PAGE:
Two conservation projects in Telangana bag UNESCO awards

The conservation project at Golconda created a renewed appreciation for the continued relevance of heritage-based solutions for sustainability. 

Published: 27th November 2022 05:38 AM  |   Last Updated: 27th November 2022 05:38 AM   |  A+A-


UNESCO (Photo | AP)

By Express News Service

HYDERABAD: Edging past 287 entries from 11 countries in the Asia-Pacific region, two projects in Telangana have been awarded the prestigious UNESCO Asia-Pacific Awards for Cultural Heritage Conservation for the year 2022. The awards recognise conservation efforts of private individuals.

While the Domakonda Fort project won the Award of Merit, the Award of Distinction was bagged by the stepwells of Golconda. In a release, UNESCO said that 13 projects from six countries – Afghanistan, China, India, Iran, Nepal and Thailand – were acknowledged for the awards by an international jury.

Restoration of Hyderabad stepwells a long-term vision, says UNESCO

Since 2000, the programme has been recognising the efforts of private individuals and organisations in restoring, conserving, and transforming structures and buildings of heritage value in the region. The awards are aimed at encouraging others to undertake conservation projects within their own communities, either independently or through public-private partnerships.

The UNESCO’s profile of the award-winning project stated that the restoration of the stepwells of Golconda was an ambitious, long-term vision for renewing the extensive complex of architectural and social spaces within the 16th century Qutb Shahi necropolis.  “In recovering the stepwells and associated water channels from a state of neglect and partial ruins, the project has revived the historic waterworks of irrigating the surrounding orchards and forests, thus enabling the holistic restoration of the historic landscape,” the profile said.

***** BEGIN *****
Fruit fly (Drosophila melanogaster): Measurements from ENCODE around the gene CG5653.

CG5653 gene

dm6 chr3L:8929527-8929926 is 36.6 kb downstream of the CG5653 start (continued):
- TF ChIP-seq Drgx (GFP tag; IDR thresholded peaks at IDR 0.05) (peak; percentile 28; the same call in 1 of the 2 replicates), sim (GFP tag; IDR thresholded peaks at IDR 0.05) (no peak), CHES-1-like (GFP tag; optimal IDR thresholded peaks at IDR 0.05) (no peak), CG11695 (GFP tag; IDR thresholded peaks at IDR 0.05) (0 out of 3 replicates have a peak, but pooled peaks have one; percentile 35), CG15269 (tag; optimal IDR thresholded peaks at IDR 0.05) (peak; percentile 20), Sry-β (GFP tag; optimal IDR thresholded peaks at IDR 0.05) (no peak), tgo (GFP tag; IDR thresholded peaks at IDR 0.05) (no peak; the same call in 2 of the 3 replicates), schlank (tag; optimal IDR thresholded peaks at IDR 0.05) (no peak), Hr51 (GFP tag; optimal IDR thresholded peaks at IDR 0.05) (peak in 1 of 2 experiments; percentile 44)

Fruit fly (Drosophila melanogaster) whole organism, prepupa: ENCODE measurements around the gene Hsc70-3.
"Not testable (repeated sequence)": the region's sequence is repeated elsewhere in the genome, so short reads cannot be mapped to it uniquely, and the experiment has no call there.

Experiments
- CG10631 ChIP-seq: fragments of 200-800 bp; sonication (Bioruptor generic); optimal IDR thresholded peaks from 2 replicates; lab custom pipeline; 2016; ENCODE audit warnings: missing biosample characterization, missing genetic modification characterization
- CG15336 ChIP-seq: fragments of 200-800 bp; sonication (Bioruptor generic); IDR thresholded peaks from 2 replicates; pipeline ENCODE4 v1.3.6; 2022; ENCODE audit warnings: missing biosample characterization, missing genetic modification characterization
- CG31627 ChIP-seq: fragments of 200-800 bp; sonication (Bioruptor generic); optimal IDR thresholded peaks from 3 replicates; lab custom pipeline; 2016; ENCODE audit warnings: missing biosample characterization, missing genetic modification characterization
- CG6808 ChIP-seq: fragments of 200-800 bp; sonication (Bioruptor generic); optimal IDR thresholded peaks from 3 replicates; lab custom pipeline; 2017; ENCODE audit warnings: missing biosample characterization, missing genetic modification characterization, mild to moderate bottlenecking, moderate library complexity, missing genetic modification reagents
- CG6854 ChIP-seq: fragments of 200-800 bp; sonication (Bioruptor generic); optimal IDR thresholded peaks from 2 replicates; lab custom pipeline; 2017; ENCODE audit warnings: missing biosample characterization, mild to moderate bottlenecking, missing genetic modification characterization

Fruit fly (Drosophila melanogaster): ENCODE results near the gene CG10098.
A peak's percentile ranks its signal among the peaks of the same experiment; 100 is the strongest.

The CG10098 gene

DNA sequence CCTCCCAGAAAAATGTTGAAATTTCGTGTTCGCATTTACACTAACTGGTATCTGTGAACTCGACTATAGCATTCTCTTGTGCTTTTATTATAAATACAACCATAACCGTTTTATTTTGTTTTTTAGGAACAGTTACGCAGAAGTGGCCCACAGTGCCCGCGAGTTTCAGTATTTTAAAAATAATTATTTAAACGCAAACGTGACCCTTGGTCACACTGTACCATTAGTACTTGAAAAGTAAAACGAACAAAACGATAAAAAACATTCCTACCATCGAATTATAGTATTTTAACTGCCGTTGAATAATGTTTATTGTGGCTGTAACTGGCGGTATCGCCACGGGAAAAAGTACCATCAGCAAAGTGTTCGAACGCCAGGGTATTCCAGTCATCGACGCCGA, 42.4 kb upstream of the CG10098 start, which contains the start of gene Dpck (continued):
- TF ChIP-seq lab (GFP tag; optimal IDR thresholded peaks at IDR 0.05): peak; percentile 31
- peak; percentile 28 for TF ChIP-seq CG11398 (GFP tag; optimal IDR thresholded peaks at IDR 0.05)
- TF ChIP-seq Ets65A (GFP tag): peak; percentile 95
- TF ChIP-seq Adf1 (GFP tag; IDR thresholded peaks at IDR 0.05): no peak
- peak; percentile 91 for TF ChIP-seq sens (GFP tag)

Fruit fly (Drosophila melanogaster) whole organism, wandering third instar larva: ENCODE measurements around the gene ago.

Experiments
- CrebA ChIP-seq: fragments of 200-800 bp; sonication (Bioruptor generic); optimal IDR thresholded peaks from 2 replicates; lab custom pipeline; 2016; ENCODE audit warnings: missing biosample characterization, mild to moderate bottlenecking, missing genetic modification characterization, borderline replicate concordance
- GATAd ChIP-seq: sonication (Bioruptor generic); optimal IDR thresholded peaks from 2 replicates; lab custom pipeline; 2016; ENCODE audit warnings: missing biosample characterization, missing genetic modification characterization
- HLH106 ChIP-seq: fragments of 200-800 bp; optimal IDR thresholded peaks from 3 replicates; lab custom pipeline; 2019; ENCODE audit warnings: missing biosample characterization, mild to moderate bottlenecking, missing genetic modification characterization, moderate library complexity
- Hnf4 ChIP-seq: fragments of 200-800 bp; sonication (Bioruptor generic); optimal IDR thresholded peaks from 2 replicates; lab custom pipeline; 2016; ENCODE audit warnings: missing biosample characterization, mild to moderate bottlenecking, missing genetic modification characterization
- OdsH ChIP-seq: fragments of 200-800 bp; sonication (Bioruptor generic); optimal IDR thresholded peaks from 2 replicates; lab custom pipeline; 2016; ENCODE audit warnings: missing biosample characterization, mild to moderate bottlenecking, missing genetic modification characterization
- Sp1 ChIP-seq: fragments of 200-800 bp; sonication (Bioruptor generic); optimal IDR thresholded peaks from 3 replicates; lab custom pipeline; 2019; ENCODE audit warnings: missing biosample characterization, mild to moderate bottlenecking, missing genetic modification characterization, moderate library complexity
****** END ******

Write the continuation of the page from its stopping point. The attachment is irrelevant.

The conservation work was based on research and understanding of the original engineering technology and was carried out with careful attention to the appropriate use of traditional materials and techniques, it said. The conservation project at Golconda created a renewed appreciation for the continued relevance of heritage-based solutions for sustainability.  UNESCO said that the Domakonda Fort conservation effort is a private initiative that has successfully restored cultural space for the community, and the project has generated appreciation for creating community pride.

Expressing elation at the award, Anil Kamineni, one of the descendants of the erstwhile Domakonda Samasthan family, and his wife Shobana Kamineni, said that they obtained the required permissions from the Archeological department to take up the conservation of Domakonda Fort.

For the project, conservation architect Anuradha Naik was appointed the chief consultant. She commenced work at Domakonda Fort in 2011 and has completed most of the work by 2022. Local craftsmen were trained to a high level of proficiency and locally sourced material used to the greatest extent, Anil Kamineni said.

Anuradha Naik said: “The past decade has charted a challenging but very worthwhile journey, and this recognition by UNESCO is inspirational.”

“The process is truly sustainable with linkages between arts, crafts and culture, which is being promoted through our Domakonda Fort and Village Development Trust,” said Shobana Kamineni. “Conservation work is an ongoing process which was started a few decades ago by my father K Umapathy, and there is still work to be done,” said Anil Kamineni.


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